Respect for precedent is being urged as a reason to stick with Roe v. Wade and condemn “culture warriors” such as Antonin Scalia for wanting to discard it. But it is not, of course, a reason to stick with Bowers v. Hardwick and condemn Anthony Kennedy for discarding it the Lawrence decision. Conservatives have made this point before, but it’s worth repeating.
I wonder, though, whether we’re missing a deeper point. Roe is supposed to be sacrosanct in part because many people have “relied” on it. I think this is overstated. It can scarcely be denied that many people have relied on the possibility of getting a legal abortion in the event of contraceptive failure. But have many people really relied on the inability of state legislatures to make incremental restrictions? Many, many people aren’t aware that third-trimester abortions are legal, and therefore cannot be said to be relying on their Supreme Court-protected status.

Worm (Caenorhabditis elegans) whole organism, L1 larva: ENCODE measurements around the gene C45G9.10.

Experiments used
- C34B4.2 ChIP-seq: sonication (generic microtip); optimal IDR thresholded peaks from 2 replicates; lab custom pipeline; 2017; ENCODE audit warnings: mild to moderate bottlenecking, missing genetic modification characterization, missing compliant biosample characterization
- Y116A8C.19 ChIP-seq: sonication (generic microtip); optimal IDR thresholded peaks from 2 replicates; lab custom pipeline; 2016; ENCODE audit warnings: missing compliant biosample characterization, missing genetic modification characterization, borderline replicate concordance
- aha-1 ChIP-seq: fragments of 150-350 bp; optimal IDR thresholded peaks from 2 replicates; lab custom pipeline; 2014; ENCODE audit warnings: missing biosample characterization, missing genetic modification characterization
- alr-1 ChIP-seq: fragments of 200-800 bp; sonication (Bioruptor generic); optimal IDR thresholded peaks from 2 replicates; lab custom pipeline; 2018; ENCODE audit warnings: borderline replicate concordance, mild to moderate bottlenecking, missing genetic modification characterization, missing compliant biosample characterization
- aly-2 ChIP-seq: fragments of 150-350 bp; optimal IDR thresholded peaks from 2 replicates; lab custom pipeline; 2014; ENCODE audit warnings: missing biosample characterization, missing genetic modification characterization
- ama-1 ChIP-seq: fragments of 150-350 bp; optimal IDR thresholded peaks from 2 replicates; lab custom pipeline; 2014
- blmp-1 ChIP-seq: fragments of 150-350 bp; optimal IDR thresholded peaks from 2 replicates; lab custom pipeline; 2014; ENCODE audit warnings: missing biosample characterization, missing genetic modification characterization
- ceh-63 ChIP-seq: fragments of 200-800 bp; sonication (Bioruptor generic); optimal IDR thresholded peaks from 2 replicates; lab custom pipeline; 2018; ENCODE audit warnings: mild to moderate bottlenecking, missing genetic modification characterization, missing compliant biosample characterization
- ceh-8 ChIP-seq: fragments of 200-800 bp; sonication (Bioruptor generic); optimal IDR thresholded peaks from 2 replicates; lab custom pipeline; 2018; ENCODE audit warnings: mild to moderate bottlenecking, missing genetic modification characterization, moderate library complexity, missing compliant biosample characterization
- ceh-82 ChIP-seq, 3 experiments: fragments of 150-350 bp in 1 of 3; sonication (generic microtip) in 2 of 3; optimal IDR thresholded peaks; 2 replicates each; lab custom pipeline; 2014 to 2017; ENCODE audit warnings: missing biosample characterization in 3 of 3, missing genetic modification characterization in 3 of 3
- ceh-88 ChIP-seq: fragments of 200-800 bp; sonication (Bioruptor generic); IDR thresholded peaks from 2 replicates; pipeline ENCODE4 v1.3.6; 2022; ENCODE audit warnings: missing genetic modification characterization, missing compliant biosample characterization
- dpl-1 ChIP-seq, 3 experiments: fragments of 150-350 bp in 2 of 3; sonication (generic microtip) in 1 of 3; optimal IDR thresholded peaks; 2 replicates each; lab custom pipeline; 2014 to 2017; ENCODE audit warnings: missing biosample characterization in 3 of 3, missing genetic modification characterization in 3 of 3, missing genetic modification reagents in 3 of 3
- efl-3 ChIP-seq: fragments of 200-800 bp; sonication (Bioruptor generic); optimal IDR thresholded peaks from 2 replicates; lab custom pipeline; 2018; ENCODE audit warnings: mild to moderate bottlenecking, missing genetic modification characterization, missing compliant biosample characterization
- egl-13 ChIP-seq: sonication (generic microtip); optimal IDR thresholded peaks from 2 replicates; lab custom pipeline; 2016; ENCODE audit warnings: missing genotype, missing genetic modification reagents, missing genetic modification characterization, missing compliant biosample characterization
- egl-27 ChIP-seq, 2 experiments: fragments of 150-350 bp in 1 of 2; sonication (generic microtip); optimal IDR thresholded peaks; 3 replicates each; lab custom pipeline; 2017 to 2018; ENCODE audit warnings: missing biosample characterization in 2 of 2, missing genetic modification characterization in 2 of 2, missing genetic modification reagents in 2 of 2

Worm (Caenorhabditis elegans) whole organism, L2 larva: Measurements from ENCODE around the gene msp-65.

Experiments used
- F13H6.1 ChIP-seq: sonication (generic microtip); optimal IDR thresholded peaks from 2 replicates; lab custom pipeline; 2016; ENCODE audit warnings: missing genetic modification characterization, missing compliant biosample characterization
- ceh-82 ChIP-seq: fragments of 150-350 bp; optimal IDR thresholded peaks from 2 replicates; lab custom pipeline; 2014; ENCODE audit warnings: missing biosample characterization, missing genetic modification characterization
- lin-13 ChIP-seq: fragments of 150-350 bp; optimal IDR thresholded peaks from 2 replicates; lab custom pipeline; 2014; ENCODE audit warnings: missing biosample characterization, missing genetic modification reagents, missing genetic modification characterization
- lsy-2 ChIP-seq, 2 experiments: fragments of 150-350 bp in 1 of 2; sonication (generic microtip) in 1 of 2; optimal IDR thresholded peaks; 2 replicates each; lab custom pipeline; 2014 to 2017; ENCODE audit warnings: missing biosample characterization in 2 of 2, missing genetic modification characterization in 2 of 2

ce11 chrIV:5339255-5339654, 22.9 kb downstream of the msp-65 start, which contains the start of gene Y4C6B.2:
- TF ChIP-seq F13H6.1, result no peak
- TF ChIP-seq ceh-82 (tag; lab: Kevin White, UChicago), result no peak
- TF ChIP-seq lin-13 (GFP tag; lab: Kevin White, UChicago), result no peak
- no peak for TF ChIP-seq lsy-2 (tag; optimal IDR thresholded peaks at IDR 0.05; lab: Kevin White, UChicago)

But let’s ignore that point and assume that many people have relied on Roe. Isn’t this kind of “reliance” test for precedent a one-way ratchet in favor of activist precedents? People may rely on an invented constitutional right, but they don’t rely on the absence of one. The only people who “relied,” pre-Lawrence, on the government’s ability to pass laws against types of sexual conduct were legislators and, I suppose, everyone acting in his capacity as a voter. That’s not the type of interest that people have in mind when they talk about “reliance.”
It may be that recognizing the force of precedent always has this asymettric effect: A precedent that is grounded in the Constitution doesn’t need to lean much on its precedential force. In practice, however, making a big deal out of “reliance” might make justices more willing to overturn “passivist” precedents and thus facilitates departures from the Constitution. I’m willing, however, to be instructed by my betters here.